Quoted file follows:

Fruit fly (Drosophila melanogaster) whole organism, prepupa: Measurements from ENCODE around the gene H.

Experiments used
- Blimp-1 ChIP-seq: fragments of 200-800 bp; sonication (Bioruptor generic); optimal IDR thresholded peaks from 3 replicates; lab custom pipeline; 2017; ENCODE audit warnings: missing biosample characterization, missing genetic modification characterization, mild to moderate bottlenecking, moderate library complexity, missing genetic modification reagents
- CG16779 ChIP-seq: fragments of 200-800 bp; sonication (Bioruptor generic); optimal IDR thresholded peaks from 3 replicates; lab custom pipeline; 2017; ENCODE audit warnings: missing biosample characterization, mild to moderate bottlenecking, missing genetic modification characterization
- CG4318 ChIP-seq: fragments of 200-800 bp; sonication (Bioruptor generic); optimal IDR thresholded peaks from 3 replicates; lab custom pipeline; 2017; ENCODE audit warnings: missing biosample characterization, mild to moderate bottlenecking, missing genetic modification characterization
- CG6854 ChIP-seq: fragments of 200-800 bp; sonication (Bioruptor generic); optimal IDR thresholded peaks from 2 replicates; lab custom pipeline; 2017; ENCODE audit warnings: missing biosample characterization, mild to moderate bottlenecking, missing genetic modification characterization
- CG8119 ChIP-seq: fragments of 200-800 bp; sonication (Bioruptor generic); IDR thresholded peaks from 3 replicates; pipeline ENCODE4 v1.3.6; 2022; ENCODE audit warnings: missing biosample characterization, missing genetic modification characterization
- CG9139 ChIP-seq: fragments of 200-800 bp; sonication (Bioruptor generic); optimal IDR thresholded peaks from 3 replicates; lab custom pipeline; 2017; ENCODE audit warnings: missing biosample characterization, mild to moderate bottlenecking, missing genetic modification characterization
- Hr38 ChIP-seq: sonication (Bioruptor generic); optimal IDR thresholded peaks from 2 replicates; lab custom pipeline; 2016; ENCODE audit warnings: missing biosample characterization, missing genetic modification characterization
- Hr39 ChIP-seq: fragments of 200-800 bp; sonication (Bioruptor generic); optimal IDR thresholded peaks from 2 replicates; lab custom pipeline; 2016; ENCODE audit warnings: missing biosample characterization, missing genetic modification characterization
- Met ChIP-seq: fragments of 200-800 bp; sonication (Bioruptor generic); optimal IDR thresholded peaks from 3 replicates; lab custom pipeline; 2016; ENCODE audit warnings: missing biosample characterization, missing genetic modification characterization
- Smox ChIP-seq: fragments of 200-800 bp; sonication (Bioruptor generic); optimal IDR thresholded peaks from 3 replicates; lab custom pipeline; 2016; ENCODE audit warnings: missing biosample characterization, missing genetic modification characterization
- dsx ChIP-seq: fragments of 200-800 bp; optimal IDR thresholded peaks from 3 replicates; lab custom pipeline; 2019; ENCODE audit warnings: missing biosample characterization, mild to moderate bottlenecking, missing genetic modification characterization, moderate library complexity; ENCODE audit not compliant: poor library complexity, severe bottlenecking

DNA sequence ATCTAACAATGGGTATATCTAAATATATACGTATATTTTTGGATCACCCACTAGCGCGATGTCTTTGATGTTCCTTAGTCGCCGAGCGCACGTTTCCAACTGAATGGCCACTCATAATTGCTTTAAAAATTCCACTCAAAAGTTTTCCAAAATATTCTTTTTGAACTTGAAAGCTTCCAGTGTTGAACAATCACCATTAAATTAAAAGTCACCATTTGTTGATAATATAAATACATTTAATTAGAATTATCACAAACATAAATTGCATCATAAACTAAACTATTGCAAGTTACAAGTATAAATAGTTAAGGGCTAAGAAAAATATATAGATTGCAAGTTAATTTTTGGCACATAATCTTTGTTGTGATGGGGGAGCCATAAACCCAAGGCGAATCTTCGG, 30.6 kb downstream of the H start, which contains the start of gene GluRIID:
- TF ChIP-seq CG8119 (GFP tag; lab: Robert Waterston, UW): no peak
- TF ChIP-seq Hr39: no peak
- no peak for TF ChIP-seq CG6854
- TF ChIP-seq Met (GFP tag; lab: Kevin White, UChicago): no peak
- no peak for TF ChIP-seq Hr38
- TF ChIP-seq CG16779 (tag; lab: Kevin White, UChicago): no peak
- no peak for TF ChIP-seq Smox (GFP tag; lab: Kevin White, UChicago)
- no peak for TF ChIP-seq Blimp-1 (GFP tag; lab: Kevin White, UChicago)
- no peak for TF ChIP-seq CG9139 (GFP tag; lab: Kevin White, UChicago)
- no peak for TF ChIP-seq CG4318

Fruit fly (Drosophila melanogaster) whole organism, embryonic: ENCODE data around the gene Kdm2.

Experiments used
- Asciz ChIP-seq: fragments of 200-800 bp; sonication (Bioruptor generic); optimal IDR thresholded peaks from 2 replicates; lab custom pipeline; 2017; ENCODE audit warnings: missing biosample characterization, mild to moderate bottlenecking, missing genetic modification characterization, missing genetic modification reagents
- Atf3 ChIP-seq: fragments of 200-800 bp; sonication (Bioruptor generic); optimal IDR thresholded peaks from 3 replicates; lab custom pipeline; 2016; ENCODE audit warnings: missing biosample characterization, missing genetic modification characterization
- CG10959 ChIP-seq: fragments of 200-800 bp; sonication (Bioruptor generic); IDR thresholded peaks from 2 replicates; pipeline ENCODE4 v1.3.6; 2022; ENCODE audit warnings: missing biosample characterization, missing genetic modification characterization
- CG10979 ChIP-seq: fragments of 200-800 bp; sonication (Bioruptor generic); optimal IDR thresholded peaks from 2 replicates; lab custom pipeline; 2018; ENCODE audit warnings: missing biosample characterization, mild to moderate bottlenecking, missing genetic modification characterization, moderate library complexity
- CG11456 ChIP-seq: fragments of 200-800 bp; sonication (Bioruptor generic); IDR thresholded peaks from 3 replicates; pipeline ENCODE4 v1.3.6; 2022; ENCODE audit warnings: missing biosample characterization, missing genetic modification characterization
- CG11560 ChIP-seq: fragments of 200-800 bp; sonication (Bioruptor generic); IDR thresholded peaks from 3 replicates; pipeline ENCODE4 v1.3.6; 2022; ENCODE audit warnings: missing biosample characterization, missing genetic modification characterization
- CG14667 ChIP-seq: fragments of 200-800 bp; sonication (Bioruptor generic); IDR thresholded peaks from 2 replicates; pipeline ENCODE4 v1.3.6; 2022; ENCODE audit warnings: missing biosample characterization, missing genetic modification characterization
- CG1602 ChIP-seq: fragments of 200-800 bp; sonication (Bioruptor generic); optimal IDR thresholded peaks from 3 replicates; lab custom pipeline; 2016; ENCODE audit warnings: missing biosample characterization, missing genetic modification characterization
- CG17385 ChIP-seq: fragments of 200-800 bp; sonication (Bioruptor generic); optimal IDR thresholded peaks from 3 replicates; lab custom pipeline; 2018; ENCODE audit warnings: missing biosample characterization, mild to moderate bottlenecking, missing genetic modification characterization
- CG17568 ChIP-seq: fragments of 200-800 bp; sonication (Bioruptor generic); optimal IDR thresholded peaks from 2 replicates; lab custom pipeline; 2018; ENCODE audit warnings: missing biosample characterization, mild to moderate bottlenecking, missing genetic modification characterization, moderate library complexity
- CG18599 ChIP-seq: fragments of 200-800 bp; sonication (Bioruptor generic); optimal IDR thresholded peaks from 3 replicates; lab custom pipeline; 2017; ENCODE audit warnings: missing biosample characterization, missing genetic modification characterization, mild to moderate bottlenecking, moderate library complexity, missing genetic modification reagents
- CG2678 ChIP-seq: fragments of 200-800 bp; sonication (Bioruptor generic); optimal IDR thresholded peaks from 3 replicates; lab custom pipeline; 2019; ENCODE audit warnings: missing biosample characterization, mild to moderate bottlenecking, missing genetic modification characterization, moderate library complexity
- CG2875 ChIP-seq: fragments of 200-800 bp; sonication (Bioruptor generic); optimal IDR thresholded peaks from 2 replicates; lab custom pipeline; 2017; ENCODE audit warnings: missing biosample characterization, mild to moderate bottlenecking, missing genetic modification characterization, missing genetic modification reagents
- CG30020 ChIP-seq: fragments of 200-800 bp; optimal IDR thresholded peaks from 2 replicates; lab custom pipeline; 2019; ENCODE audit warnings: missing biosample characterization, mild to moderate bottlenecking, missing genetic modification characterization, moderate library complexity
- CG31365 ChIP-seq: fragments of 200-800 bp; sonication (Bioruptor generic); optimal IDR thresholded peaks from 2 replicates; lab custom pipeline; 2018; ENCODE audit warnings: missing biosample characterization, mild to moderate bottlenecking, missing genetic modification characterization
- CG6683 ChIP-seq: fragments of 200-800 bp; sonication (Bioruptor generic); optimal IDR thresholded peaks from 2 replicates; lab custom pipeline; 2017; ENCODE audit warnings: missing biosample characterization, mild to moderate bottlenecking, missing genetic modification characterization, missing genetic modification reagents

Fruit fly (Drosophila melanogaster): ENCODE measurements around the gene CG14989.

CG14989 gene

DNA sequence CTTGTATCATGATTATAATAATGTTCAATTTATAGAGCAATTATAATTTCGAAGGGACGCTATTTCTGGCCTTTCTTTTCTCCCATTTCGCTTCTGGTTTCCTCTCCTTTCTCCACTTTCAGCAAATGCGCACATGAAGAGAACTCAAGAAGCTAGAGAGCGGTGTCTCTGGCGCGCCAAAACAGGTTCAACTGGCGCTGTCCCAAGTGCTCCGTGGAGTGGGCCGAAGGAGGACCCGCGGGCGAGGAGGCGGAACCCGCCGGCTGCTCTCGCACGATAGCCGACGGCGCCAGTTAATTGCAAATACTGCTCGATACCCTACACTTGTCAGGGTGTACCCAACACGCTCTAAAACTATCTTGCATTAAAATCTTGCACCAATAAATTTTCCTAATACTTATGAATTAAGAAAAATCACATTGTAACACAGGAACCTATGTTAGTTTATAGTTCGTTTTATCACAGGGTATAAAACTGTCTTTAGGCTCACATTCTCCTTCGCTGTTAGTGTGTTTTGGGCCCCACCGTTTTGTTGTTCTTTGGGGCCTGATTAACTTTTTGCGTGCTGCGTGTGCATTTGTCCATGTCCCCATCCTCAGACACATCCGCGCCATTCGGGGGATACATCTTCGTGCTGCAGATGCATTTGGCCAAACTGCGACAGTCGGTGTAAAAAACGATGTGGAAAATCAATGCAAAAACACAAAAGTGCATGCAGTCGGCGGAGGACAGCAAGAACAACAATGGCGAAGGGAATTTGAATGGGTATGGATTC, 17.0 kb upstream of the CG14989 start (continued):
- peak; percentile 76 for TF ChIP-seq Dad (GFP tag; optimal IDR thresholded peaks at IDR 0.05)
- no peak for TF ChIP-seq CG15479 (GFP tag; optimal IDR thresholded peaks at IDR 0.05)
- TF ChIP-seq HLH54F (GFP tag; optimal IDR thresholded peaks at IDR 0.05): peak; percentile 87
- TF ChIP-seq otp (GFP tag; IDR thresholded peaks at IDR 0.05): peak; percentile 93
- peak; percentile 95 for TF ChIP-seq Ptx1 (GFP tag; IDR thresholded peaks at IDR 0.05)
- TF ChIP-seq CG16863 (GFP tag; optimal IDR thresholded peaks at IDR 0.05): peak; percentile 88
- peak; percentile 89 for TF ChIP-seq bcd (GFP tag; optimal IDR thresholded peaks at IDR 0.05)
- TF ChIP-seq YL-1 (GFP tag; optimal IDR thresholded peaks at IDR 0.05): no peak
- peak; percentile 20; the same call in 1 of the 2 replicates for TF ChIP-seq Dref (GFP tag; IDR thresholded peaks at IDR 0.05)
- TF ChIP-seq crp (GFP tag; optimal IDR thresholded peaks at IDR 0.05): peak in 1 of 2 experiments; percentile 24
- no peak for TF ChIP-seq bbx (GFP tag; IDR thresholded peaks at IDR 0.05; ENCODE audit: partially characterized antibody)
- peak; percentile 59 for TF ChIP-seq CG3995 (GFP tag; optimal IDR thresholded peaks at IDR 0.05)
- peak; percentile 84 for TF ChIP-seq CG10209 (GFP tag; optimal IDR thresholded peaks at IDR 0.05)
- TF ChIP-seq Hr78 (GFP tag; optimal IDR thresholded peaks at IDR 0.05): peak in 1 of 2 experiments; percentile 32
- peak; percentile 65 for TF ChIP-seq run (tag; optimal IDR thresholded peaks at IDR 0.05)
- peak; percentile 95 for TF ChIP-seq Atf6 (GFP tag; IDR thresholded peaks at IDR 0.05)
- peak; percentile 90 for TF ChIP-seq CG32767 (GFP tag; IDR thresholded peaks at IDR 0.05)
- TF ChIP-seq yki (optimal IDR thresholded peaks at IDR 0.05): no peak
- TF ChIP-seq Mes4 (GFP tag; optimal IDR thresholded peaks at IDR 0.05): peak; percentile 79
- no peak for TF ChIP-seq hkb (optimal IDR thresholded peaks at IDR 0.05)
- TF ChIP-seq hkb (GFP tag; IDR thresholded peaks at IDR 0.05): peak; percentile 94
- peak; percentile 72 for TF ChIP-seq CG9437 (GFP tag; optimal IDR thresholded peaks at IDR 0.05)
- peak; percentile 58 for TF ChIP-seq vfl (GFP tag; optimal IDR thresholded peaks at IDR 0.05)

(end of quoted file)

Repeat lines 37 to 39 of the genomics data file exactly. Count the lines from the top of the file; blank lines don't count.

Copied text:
- CG18599 ChIP-seq: fragments of 200-800 bp; sonication (Bioruptor generic); optimal IDR thresholded peaks from 3 replicates; lab custom pipeline; 2017; ENCODE audit warnings: missing biosample characterization, missing genetic modification characterization, mild to moderate bottlenecking, moderate library complexity, missing genetic modification reagents
- CG2678 ChIP-seq: fragments of 200-800 bp; sonication (Bioruptor generic); optimal IDR thresholded peaks from 3 replicates; lab custom pipeline; 2019; ENCODE audit warnings: missing biosample characterization, mild to moderate bottlenecking, missing genetic modification characterization, moderate library complexity
- CG2875 ChIP-seq: fragments of 200-800 bp; sonication (Bioruptor generic); optimal IDR thresholded peaks from 2 replicates; lab custom pipeline; 2017; ENCODE audit warnings: missing biosample characterization, mild to moderate bottlenecking, missing genetic modification characterization, missing genetic modification reagents